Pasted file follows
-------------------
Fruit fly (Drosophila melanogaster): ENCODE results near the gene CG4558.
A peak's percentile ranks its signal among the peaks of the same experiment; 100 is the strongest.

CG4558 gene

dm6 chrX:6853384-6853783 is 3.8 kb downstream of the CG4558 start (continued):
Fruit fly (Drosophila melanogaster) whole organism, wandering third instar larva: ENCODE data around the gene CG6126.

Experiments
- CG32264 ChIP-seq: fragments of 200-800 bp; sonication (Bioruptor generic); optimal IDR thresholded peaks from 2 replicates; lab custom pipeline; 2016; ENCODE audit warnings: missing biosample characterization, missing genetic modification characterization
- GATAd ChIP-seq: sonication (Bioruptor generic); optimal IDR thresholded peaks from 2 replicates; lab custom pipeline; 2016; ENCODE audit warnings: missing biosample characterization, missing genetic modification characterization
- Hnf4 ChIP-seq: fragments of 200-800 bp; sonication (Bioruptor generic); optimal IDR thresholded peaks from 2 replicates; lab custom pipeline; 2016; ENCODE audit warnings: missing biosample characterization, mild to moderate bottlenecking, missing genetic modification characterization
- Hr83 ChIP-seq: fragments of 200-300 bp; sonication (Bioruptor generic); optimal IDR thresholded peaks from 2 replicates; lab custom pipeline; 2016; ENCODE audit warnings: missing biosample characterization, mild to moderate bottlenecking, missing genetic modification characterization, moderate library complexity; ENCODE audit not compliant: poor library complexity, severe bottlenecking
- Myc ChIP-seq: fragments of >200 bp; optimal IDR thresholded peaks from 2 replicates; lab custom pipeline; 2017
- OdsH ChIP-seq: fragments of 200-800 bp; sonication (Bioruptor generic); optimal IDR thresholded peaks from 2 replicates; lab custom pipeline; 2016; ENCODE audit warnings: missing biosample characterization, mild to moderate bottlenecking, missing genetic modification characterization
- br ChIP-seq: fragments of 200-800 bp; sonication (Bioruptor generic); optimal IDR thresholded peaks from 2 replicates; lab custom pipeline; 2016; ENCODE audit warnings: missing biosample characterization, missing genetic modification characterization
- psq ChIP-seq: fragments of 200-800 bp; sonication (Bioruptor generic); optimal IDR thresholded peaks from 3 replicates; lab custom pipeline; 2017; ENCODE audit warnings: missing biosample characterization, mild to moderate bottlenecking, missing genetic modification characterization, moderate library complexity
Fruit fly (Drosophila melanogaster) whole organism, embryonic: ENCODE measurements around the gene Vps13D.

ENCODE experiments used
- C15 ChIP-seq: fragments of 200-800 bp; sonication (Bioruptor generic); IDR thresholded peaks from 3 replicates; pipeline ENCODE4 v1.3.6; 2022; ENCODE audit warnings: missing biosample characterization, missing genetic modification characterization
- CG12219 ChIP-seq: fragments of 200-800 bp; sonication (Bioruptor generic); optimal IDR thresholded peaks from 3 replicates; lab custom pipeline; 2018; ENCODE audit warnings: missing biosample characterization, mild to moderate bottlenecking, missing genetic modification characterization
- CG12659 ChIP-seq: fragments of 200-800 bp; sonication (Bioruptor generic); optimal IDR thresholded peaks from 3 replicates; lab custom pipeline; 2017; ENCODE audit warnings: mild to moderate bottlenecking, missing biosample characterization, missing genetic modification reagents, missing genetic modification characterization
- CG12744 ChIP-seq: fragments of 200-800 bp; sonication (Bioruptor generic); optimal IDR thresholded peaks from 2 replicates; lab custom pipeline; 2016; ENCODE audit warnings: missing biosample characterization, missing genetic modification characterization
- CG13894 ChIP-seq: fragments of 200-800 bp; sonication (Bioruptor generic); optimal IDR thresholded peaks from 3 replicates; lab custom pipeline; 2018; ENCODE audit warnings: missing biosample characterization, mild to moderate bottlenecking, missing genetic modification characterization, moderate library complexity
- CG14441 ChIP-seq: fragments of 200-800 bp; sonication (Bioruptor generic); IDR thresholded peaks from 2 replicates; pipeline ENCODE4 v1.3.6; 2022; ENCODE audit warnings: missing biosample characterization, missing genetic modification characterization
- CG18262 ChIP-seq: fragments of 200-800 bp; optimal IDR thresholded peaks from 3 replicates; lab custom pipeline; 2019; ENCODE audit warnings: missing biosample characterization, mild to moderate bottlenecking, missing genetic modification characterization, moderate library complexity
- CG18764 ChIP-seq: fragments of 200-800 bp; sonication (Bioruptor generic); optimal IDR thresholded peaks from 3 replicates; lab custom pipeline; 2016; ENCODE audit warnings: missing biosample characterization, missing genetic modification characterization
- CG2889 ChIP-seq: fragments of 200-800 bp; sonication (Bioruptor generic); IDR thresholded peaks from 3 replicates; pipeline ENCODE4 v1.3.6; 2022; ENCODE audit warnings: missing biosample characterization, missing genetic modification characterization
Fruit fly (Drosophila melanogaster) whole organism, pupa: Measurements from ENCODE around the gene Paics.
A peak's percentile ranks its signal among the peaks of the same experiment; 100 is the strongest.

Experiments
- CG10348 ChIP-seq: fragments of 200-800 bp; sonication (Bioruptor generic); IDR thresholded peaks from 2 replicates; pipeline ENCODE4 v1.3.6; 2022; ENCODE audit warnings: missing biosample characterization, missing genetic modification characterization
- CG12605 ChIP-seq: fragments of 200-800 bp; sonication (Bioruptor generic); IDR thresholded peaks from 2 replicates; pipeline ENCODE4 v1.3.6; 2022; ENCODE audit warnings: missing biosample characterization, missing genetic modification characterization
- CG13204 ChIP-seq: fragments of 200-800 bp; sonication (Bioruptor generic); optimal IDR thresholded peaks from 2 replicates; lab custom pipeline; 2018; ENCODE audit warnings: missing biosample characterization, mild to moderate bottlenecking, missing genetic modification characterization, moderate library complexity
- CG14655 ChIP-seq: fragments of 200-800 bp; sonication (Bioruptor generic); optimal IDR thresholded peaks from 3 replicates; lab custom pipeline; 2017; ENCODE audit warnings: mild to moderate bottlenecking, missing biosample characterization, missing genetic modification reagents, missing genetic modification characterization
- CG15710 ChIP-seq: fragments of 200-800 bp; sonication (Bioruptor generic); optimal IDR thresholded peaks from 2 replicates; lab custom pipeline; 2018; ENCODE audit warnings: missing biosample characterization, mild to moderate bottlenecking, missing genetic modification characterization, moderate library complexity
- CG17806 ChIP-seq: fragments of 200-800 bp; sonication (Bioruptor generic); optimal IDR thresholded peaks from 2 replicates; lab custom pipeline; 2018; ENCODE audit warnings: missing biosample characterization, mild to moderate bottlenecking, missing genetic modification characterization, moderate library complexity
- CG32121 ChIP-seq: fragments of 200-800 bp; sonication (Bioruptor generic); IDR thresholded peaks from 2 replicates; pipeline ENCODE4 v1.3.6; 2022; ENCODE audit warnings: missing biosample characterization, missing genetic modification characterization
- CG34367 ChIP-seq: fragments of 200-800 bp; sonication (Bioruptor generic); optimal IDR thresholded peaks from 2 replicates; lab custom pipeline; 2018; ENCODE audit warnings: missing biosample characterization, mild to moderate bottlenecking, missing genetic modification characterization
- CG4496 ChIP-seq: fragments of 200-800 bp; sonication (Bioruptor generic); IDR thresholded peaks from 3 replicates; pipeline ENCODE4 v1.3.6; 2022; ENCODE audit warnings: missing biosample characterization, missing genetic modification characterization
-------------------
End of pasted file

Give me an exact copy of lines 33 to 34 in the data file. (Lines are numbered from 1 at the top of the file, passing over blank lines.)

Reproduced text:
- CG15710 ChIP-seq: fragments of 200-800 bp; sonication (Bioruptor generic); optimal IDR thresholded peaks from 2 replicates; lab custom pipeline; 2018; ENCODE audit warnings: missing biosample characterization, mild to moderate bottlenecking, missing genetic modification characterization, moderate library complexity
- CG17806 ChIP-seq: fragments of 200-800 bp; sonication (Bioruptor generic); optimal IDR thresholded peaks from 2 replicates; lab custom pipeline; 2018; ENCODE audit warnings: missing biosample characterization, mild to moderate bottlenecking, missing genetic modification characterization, moderate library complexity